Wondering “what should I do when my dog starts losing his teeth?” Dental health is something that is too often overlooked by dog owners, and it usually falls into two categories – a lack of knowledge or a lack of funds. Sometimes it can be both. Today, I want to talk about dental health in our dogs. Not only does proper oral care help keep our dogs’ teeth intact, it also helps keep them generally healthier which is something that most people don’t realize.
I was prompted to write this post by a very simple question I came across in the forums the other day: My poodle is only 6 years old, and her teeth are falling out. What should I do?
As a 7 year veteran in the animal healthcare field, I immediately jumped to dental health. It’s the number one – and almost exclusive – cause of dog’s losing their teeth. So today, we’re going to talk about how to take care of your dog’s mouth and why that is so important.
Dental Health for Better Health
Like I said, taking care of your dog’s mouth can keep him healthier all the way around. In the vet field we say that a healthy mouth makes a healthy dog. That’s because an infected mouth can open your dog up for bacteria to enter his bloodstream, which can lead to all sorts of problems like heart, liver, and kidney disease. In addition to that, a mouth that hasn’t been properly cared for is just downright painful.
Symptoms of Poor Oral Health
The symptoms of a dog with poor oral health are quite specific. Keep an eye out for them if your dog hasn’t had a good dental cleaning in the past year or two.
- Slow eating or “pecking” at food – This can indicate that your dog’s mouth is painful and that it hurts him to eat.
- Foul breath – I’m not talking your average “dog breath”. A dog with an infected mouth will have breath that is absolutely foul. Like gag you foul.
- Redness and inflammation of the gums – Gums that are red and inflamed are most likely infected.
- Aversion to the face being touched – In severe cases of poor dental health, your dog may not let you touch his muzzle or anywhere near his muzzle due to the intense pain.
- Tooth loss
Health Problems Associated with Poor Oral Health
When a dog’s mouth gets bad enough, his gums will become inflamed due to infection. This inflammation can open in-roads to his blood stream. This allows bacteria to enter the bloodstream through your dog’s infected gums. Over time, this bacteria can affect your dog’s heart, liver, and kidneys. In fact, some heart valve problems can be caused or made worse by bacteria that has migrated from the mouth to the heart.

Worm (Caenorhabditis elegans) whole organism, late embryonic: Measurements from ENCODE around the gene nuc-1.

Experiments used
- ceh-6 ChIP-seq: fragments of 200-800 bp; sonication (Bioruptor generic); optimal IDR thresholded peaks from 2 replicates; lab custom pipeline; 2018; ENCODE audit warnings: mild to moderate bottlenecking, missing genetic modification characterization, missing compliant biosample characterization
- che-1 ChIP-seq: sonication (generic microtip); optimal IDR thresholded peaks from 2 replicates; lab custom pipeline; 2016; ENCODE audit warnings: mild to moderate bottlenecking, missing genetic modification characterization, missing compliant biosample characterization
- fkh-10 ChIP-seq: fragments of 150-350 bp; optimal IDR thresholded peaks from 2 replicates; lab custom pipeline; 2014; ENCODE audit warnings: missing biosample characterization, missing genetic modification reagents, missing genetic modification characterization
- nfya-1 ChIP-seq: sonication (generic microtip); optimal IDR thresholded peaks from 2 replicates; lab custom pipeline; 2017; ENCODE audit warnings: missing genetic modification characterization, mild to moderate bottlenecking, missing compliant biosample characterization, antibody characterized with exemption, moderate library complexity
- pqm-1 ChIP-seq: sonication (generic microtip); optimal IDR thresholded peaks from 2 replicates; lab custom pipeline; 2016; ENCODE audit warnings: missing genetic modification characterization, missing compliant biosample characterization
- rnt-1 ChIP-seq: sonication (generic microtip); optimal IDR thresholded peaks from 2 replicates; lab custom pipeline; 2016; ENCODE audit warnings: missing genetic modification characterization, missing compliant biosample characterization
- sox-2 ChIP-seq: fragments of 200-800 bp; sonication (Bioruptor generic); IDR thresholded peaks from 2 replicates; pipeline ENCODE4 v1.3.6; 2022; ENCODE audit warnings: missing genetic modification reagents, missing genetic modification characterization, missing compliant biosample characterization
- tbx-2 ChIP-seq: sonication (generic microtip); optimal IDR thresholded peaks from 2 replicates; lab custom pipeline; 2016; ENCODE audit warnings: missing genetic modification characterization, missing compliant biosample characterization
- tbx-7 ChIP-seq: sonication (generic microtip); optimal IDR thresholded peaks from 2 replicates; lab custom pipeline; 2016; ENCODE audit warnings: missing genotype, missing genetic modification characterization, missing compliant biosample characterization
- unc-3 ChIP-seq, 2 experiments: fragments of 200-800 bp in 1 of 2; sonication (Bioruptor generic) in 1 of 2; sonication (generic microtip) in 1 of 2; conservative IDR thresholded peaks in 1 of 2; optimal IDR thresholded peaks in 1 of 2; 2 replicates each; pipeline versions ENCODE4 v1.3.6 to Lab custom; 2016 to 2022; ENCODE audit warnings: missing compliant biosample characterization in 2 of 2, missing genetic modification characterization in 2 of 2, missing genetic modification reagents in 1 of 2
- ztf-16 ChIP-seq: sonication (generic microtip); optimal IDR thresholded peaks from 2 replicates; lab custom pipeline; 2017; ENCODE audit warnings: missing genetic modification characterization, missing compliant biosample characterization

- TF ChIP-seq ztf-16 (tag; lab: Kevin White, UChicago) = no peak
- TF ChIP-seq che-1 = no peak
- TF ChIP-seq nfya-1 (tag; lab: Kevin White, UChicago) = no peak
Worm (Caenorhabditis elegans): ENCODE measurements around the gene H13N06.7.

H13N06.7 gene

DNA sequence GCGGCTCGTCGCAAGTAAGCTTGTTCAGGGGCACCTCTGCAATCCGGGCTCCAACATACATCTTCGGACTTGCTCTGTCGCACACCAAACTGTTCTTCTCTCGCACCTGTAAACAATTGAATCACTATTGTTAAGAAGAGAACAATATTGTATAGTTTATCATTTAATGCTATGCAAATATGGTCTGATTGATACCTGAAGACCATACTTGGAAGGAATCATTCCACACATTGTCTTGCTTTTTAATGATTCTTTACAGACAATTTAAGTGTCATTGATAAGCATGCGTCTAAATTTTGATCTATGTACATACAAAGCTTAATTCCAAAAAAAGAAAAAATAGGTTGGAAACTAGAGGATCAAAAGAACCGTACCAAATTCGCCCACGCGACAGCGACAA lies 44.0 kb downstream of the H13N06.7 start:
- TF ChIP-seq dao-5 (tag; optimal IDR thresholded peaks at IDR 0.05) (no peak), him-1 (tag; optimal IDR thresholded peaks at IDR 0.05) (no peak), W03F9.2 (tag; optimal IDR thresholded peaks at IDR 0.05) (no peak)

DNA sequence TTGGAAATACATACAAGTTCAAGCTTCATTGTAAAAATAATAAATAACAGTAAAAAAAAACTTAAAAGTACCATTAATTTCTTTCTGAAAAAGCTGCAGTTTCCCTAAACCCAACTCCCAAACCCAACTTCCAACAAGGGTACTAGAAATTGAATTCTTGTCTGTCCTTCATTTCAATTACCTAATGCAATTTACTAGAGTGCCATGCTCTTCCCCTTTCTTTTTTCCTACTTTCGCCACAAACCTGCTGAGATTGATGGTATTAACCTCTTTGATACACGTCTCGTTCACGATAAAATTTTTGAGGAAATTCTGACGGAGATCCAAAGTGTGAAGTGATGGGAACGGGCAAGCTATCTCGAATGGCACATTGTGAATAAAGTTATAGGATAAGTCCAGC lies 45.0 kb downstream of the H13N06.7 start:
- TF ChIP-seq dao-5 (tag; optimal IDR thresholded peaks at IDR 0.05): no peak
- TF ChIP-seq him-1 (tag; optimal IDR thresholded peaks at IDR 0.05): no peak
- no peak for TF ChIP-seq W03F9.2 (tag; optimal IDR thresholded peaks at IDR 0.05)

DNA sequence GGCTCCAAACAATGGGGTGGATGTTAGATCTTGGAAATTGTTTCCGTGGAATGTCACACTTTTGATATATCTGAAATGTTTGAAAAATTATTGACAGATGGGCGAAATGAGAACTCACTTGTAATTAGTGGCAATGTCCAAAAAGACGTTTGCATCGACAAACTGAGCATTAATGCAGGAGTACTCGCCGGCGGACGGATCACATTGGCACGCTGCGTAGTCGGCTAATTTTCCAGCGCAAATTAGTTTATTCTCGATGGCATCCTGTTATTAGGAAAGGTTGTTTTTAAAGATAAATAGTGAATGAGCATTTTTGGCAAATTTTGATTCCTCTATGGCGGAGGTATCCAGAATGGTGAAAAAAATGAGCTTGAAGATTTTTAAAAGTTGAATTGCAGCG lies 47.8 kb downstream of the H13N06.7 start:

What should I do when my dog starts losing his teeth?
It’s important to make sure that you’re on point when it comes to your dog’s dental health. You can do this by being getting your dog’s teeth professionally cleaned at your vet whenever necessary and taking steps at home to ensure that his dental and oral health are always up to snuff.
- Brush Your Dog’s Teeth – Most dogs will tolerate this if you start them out young. Simply get an enzymatic, flavored dog toothpaste and lightly brush the outside of the teeth up to the gum line with a finger brush.
- Chlorhexidine Chews – These are rawhide chews which have been infused with chlorhexidine, an antibacterial substance. These chews serve two purposes. Fist, chewing helps remove plaque from the teeth. Second, the chlorhexidine ensures that your dog’s mouth is free of harmful bacteria. Give one chew either morning or at night.
- Regular Professional Cleanings – At a certain point, your dog will need a professional cleaning. Don’t put this off. A good professional cleaning keeps your dog’s mouth healthy, which keeps him healthy.
Make Dental Health a Priority
Dental health is a key component to your dog’s overall health. Not only is an unhealthy, infected mouth painful, it can also open your dog up to serious organ damage over time. Follow the proactive steps I listed above to ensure that your dog’s dental health is always on point, and you’ll have a healthier, happier pooch.